November 21, 1995 in Idaho

Parents Wary Of Double-Shift Plan Children Walking To School In Dark, Effect On Sports, Families Are Concerns

By The Spokesman-Review

Threats to their children’s safety weighed on the minds of parents who commented Monday on the possibility of double-shifting students at Post Falls Junior High School.

The school board, which is grappling with overcrowding in the fast-growing district, is considering a recommendation to move sixth graders into the school.

That would require splitting students into two shifts, possibly 6:50 a.m. to noon, and 12:30 to 5:30 p.m.

The idea was unpopular with many who testified Monday evening at Seltice Elementary School.

“We know it’s going to be dark,” said Kurt Soldheim.

“Is it worth the risk to our kids?”

Another parent asked if more students could be bused to get them safely to school in the dark.

She was told no, not unless the money could be found to pay for that. The state, which reimburses 85 percent of busing costs, normally will only do so for students who live more than 1.5 miles from school.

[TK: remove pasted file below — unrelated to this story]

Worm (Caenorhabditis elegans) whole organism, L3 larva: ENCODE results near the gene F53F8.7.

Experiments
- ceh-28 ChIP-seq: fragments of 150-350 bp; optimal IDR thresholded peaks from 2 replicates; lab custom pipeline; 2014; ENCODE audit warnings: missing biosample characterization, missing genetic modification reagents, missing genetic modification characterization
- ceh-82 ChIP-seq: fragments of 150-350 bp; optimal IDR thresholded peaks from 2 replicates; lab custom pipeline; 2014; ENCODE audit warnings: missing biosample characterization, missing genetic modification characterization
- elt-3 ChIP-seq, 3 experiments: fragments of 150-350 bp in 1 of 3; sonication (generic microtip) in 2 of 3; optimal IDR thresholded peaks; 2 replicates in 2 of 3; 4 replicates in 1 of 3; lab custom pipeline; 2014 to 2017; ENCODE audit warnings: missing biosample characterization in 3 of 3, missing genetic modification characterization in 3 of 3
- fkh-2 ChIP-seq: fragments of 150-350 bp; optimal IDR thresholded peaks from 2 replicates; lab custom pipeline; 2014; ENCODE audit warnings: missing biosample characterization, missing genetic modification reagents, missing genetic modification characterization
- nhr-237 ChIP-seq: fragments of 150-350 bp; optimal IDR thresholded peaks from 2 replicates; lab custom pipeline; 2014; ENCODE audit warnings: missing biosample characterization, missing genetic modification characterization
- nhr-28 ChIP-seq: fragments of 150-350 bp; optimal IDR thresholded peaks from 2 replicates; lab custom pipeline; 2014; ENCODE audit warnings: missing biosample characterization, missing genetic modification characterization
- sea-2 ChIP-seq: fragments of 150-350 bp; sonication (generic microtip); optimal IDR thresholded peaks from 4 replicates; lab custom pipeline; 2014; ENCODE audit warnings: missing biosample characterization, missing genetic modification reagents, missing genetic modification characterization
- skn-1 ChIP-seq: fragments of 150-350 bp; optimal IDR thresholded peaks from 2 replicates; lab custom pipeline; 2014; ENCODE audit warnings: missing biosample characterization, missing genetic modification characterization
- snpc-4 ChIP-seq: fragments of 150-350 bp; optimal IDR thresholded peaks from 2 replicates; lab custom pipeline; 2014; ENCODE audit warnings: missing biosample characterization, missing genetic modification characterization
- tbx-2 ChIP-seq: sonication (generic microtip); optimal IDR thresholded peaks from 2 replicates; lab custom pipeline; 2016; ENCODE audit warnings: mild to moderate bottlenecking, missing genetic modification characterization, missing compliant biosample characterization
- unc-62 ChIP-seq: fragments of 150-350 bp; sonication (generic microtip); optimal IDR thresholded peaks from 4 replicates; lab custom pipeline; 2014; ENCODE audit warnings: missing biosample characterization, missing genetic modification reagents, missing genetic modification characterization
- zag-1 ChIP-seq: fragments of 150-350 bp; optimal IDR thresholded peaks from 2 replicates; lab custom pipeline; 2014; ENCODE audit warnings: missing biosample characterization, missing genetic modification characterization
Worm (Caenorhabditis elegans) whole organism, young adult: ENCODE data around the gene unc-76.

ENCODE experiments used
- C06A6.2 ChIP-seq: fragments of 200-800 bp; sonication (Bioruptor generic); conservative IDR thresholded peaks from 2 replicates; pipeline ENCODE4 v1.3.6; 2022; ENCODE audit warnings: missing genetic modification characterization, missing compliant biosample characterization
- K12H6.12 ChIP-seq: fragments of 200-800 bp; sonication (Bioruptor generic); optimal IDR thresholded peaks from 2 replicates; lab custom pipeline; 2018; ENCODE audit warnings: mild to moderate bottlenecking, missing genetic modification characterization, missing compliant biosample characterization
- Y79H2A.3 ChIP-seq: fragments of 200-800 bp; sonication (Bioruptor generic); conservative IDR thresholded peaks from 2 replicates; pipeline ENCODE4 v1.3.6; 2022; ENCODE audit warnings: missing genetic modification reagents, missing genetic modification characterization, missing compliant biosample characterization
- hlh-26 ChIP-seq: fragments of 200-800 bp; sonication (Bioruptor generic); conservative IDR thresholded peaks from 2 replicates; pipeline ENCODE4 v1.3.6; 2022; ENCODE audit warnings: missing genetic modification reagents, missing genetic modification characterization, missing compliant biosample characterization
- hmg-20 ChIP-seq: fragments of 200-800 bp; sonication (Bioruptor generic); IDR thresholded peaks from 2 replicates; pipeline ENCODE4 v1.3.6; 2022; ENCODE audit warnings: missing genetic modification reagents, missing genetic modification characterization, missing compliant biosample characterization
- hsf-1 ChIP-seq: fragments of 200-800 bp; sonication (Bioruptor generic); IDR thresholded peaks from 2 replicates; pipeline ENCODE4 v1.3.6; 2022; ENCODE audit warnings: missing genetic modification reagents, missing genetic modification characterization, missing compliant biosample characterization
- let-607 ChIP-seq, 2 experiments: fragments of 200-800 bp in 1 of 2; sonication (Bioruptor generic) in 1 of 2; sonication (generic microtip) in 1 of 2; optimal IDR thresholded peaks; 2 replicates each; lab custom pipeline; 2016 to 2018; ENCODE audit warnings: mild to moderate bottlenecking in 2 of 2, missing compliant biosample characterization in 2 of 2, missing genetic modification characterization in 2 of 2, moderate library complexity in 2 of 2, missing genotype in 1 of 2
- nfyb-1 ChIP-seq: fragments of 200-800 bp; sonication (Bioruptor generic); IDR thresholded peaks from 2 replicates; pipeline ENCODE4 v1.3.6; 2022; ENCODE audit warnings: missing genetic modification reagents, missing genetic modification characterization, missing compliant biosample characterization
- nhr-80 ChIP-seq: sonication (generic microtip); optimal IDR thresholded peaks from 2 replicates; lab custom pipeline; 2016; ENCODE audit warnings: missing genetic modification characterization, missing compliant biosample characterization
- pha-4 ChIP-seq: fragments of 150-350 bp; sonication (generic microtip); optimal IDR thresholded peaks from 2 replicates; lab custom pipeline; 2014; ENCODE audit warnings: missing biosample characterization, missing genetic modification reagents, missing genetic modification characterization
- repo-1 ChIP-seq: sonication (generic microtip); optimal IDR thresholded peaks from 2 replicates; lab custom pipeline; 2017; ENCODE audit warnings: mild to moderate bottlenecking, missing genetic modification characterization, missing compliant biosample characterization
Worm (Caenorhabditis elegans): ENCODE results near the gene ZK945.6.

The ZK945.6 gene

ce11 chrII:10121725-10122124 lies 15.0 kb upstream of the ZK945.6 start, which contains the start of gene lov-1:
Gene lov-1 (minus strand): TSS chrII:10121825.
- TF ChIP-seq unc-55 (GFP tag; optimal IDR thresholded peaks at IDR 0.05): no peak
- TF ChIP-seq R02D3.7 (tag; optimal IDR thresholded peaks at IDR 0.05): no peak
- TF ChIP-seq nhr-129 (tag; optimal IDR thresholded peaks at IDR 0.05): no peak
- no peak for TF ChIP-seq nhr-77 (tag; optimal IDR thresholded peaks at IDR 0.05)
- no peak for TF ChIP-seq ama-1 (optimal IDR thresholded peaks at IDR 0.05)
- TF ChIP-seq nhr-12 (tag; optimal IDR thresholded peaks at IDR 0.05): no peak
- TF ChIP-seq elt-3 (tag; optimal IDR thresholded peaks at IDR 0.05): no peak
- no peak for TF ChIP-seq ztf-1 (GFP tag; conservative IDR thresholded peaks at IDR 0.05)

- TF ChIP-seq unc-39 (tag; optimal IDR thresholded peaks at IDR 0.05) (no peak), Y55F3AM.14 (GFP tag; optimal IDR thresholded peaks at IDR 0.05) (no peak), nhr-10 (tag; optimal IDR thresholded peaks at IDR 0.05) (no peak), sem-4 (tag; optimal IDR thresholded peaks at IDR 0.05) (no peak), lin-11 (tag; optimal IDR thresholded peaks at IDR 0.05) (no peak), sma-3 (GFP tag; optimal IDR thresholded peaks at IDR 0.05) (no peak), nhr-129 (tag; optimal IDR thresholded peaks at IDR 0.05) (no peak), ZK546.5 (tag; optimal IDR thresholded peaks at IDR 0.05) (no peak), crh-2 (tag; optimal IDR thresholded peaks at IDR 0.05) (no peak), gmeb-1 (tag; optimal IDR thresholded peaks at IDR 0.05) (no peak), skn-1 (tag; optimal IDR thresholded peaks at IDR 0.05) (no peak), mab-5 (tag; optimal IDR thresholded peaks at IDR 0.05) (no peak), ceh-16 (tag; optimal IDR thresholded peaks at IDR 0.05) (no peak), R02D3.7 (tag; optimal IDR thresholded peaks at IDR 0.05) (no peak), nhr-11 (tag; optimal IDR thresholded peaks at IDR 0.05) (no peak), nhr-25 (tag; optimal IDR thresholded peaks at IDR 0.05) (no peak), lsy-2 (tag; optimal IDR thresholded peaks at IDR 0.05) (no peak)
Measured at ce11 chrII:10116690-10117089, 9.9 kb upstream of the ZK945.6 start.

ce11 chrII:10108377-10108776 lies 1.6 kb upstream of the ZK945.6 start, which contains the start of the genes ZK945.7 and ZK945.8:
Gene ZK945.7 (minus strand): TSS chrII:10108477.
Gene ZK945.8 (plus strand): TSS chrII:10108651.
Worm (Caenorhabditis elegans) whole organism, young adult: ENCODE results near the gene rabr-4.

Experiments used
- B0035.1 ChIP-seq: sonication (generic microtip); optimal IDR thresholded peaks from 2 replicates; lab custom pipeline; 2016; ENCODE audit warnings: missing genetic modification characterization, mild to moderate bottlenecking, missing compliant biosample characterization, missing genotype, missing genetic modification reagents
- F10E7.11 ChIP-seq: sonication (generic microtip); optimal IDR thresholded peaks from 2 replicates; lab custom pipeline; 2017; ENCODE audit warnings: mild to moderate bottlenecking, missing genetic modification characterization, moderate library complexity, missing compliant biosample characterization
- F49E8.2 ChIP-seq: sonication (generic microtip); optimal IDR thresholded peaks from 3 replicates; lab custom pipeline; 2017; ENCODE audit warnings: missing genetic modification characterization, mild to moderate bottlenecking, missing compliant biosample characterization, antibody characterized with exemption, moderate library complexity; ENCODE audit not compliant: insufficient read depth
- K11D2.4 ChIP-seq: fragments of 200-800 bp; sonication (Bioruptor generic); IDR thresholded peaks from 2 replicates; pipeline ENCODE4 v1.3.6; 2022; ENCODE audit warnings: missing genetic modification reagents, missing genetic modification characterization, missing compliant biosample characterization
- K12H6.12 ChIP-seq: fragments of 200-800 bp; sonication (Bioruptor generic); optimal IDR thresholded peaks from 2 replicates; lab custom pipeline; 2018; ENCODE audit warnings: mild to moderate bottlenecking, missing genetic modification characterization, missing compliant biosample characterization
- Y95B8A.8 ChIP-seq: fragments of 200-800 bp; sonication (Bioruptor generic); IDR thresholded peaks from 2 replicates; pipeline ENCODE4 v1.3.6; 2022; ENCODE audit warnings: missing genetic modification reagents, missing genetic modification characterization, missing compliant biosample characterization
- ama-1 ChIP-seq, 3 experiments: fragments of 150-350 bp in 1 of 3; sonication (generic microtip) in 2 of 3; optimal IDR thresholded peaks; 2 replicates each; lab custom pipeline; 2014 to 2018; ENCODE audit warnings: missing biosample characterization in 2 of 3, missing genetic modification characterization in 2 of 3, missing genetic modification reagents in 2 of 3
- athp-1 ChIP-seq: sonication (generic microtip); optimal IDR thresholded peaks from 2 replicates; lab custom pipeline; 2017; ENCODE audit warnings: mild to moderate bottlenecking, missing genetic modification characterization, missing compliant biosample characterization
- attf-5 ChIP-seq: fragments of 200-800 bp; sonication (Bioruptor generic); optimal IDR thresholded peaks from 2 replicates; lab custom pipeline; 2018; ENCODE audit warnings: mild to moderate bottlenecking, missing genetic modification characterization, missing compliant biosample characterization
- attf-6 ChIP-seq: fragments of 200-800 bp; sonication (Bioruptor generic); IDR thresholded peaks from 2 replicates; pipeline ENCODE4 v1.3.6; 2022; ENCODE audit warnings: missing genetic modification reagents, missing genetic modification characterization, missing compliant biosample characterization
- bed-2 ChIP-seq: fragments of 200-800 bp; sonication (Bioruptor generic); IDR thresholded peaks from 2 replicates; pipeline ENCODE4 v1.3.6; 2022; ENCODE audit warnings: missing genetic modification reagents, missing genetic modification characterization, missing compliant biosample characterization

Others were worried about how double-shifting would affect sports participation.

“Probably pretty significantly,” answered assistant superintendent Jerry Keane.

He noted that buses might not be available to take kids to sporting events and other extra-curricular activities.

“We’re going to be running almost all of our fleet all day.”

Board chairman Kevin Schneidmiller emphasized that no decision has been made, or is even officially on the table.

But the board has heard from a 25-member committee of parents and teachers.

After looking at the problem for a year, they ruled out using more portable classrooms at the already-crowded elementary schools because education would suffer.

In the long run, the committee concluded, a new high school is needed to provide more classroom space.

But even if a school bond vote is approved to do that in 1996, it would take several years for the school to be built.

The recommendation to double-shift was a difficult one to make, said committee member Joni Hirst.

“This was an emotional decision. There were nights we didn’t sleep,” Hirst said, noting that her daughters would be affected by double-shifting.

“This was not my plan for them. … Part of me wants to go somewhere else.”

Post Falls had double-shifting in the 1970s. Some people present Monday evening had been through the system, and said it wasn’t a problem for them.

Others objected strongly, saying it disrupted their families and kept them from participating in extracurricular activities.

Enrollment in the district is 3,950 students.

The number of students has grown by 1,200 since 1980, but classroom space has grown by only 600.

The board will hold two more public meetings on the issue: at 7 p.m. Nov. 27 at Ponderosa Elementary, and 7 p.m. Dec. 4 at Prairie View Elementary.

Members expect to make a decision by February.

, DataTimes

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